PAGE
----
Transformation Board Chairman Sir Maarten Wevers says the future can be optimistic for Lincoln University. Building on a tradition of nearly 140 years, Lincoln has an important role to play in the development of New Zealand’s land-based economy through the creation and application of new technologies, science, innovation and research.
“The road to success will be challenging and will take time but the vision is achievable and will deliver enormous value to Lincoln University, its partners and the community,” said Sir Maarten. “The responsibility now lies with Lincoln University and its leadership to accelerate and expand its change programmes in order to realise the opportunities in front of it.”
The report identifies five strategic themes which should be addressed by the University Council and management and provides recommendations on each theme in order to achieve the vision.
Chancellor Smith thanked Sir Maarten and his Board, which included the Tertiary Education Commission Chair and Chief Executive, and three international advisory panel members, for their important work in setting out a bold new vision for Lincoln University, one which foresees an expanded contribution to the success of the food sector and primary industries.
“This collaborative model took a big step forward in 2012 with the establishment of the Lincoln Hub, a virtual research and learning network involving the University working alongside scientists from AgResearch, Landcare Research, Dairy NZ and Plant and Food Research, Chancellor Smith continued.
“The opportunities and benefits of closer collaboration with science and industry were cemented further this year with agreement to construct a Joint Facility with AgResearch on the Lincoln University campus which will see Lincoln students and staff combining efforts with 700 researchers connecting the agrifood and technology industries to promote industry-led innovation.”
Chancellor Smith said the Joint Facility and the Lincoln Hub generally will enable the University and its partners to address challenges around sustainable food production, more efficient land use, restoring and protecting water sources and fortifying the resilience of New Zealand’s eco-systems.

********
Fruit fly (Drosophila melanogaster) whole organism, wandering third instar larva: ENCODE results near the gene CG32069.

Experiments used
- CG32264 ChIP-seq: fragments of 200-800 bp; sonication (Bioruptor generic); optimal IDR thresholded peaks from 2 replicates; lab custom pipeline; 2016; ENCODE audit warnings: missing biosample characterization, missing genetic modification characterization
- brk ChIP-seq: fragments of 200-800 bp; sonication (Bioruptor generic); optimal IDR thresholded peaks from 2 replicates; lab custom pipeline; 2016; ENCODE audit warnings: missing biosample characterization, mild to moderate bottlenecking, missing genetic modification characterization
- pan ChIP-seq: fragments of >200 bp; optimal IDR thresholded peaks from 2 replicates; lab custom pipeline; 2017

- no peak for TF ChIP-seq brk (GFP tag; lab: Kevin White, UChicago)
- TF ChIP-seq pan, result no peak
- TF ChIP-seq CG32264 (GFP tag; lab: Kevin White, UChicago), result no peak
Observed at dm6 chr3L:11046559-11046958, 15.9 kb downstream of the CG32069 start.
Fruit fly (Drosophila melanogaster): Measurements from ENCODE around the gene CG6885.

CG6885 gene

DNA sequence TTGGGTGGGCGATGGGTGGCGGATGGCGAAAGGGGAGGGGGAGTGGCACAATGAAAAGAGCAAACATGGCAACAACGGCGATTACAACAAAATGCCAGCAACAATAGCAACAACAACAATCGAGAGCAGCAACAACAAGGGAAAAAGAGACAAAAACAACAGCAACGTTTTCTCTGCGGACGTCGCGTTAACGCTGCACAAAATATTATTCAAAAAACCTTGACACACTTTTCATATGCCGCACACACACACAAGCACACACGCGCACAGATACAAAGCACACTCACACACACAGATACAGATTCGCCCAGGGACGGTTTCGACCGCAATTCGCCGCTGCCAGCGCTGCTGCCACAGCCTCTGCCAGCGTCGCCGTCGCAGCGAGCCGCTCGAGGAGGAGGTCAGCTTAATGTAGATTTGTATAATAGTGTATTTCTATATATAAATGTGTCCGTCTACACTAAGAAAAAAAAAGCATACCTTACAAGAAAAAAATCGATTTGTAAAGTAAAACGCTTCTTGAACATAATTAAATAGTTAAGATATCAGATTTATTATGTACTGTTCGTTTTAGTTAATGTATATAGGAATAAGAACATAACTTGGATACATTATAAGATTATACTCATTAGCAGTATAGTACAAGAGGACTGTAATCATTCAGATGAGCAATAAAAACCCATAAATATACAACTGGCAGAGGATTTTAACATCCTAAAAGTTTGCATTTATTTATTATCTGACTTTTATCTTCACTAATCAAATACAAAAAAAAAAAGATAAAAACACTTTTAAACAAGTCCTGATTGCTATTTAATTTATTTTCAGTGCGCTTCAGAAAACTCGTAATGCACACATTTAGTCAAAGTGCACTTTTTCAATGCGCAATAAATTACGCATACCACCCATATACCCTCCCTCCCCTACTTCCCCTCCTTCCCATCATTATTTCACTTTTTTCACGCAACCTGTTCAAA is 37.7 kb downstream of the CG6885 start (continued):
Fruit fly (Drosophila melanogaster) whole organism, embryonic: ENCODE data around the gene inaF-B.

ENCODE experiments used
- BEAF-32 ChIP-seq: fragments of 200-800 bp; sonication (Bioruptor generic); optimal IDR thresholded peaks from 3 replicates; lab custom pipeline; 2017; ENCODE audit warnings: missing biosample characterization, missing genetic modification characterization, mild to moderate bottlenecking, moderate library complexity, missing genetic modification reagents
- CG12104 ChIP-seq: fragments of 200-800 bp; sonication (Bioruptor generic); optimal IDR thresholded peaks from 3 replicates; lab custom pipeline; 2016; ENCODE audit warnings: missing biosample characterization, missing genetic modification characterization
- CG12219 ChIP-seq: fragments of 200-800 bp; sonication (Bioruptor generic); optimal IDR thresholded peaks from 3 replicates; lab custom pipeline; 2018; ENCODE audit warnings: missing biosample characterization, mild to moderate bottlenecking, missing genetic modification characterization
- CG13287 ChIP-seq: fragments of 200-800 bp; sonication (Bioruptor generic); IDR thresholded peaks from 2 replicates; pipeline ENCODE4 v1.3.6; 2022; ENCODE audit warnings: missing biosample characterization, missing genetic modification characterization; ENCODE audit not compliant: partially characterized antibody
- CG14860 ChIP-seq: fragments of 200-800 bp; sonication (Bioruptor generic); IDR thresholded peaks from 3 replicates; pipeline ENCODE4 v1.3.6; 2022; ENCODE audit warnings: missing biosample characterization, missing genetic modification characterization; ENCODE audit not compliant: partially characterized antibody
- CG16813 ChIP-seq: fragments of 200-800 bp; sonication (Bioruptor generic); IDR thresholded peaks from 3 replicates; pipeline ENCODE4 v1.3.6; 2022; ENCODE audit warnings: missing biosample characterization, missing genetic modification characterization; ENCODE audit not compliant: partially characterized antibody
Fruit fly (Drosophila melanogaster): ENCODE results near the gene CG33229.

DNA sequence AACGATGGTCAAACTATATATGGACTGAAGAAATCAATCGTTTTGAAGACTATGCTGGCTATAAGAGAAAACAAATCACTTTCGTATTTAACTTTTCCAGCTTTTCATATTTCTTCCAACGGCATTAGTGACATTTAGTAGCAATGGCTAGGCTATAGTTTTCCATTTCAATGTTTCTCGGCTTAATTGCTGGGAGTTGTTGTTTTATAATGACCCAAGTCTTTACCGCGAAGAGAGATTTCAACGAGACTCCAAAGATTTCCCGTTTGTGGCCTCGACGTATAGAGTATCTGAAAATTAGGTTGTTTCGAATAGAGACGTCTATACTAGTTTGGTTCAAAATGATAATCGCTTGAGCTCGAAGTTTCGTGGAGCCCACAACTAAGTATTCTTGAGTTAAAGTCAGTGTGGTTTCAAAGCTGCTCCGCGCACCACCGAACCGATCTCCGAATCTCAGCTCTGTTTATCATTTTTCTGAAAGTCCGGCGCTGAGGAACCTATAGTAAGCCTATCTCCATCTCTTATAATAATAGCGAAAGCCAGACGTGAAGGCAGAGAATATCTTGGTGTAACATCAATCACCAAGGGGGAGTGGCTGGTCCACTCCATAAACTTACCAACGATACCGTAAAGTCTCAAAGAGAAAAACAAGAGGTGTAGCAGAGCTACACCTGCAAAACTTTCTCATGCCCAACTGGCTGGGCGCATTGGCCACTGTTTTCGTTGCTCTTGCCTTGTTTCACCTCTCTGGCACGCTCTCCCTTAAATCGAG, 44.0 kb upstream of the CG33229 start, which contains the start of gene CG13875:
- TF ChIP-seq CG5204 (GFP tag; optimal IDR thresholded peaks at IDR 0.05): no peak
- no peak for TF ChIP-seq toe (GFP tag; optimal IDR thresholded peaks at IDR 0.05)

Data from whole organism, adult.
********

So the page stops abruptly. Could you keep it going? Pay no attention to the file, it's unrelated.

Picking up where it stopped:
“These new collaborative ways of working will provide Lincoln University students with a world-class education, further improved employment outcomes, and to strengthening the University’s contribution into issues of great importance to New Zealand and our export markets,” he said.
“Lincoln will continue to seek out new partners, domestically and internationally, to achieve its vision”.
Sir Maarten said the Board recognised that Lincoln University is not the only tertiary institution having to reconsider the way it operates: “All New Zealand universities are having to seek improvements in performance and introduce innovations in teaching and research.”
“When it comes to making the changes that are needed, Lincoln’s small scale affords an agility that other University’s don’t have, and its traditional areas of specialisation is a strength,” he said.
The Transformation Board also acknowledged that since 2016 and under new leadership the Lincoln University Council and management had been active in addressing some historical issues and implementing programmes to stabilise and strengthen the University to ensure it can adapt to the changes it needs to make.
Chancellor Smith says the University is on-track to continue its improvement in financial performance following its return to profitability in 2016. New course offerings have been put in place to better meet student and employer demands, and Lincoln is continuing to put in place the right capabilities at all levels of the University.
The Transformation Board report can be accessed here